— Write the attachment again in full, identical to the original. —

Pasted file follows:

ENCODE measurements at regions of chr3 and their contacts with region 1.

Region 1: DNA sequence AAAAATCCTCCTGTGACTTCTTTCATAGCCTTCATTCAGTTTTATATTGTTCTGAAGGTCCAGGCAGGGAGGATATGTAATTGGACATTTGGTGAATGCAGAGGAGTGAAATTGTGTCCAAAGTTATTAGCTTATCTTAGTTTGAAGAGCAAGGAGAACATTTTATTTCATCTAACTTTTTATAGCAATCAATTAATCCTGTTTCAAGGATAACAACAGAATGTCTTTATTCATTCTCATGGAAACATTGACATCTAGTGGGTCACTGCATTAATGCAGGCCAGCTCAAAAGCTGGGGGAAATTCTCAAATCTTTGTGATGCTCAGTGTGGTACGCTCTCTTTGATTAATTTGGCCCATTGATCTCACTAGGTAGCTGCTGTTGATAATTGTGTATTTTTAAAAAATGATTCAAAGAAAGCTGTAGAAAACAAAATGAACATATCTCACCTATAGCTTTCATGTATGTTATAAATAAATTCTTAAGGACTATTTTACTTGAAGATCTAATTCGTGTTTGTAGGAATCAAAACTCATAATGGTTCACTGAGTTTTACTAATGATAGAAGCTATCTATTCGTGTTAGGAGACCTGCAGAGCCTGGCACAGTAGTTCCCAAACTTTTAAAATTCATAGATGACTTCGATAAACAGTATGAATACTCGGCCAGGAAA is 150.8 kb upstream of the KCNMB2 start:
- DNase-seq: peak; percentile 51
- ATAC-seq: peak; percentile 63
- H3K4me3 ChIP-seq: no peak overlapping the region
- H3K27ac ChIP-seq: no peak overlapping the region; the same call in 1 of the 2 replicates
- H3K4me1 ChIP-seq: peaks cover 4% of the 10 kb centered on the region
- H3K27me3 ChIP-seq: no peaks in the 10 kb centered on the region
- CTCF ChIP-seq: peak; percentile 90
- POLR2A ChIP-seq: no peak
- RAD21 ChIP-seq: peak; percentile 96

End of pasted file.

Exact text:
ENCODE measurements at regions of chr3 and their contacts with region 1.

Region 1: DNA sequence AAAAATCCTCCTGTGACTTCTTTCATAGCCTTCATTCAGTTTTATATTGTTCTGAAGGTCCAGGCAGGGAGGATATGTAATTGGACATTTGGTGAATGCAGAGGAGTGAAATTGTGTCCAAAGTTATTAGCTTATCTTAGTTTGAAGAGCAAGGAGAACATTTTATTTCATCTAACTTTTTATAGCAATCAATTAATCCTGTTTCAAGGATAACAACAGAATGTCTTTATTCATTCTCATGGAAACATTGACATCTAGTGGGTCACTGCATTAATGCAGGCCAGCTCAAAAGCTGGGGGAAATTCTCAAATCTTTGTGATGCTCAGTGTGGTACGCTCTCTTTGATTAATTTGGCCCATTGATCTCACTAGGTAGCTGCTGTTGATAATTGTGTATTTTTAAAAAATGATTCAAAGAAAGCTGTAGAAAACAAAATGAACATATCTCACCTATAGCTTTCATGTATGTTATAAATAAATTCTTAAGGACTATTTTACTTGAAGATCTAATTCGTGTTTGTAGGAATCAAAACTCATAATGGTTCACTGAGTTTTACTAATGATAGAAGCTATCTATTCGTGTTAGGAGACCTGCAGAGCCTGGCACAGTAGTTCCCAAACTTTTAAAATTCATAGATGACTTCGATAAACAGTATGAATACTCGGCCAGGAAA is 150.8 kb upstream of the KCNMB2 start:
- DNase-seq: peak; percentile 51
- ATAC-seq: peak; percentile 63
- H3K4me3 ChIP-seq: no peak overlapping the region
- H3K27ac ChIP-seq: no peak overlapping the region; the same call in 1 of the 2 replicates
- H3K4me1 ChIP-seq: peaks cover 4% of the 10 kb centered on the region
- H3K27me3 ChIP-seq: no peaks in the 10 kb centered on the region
- CTCF ChIP-seq: peak; percentile 90
- POLR2A ChIP-seq: no peak
- RAD21 ChIP-seq: peak; percentile 96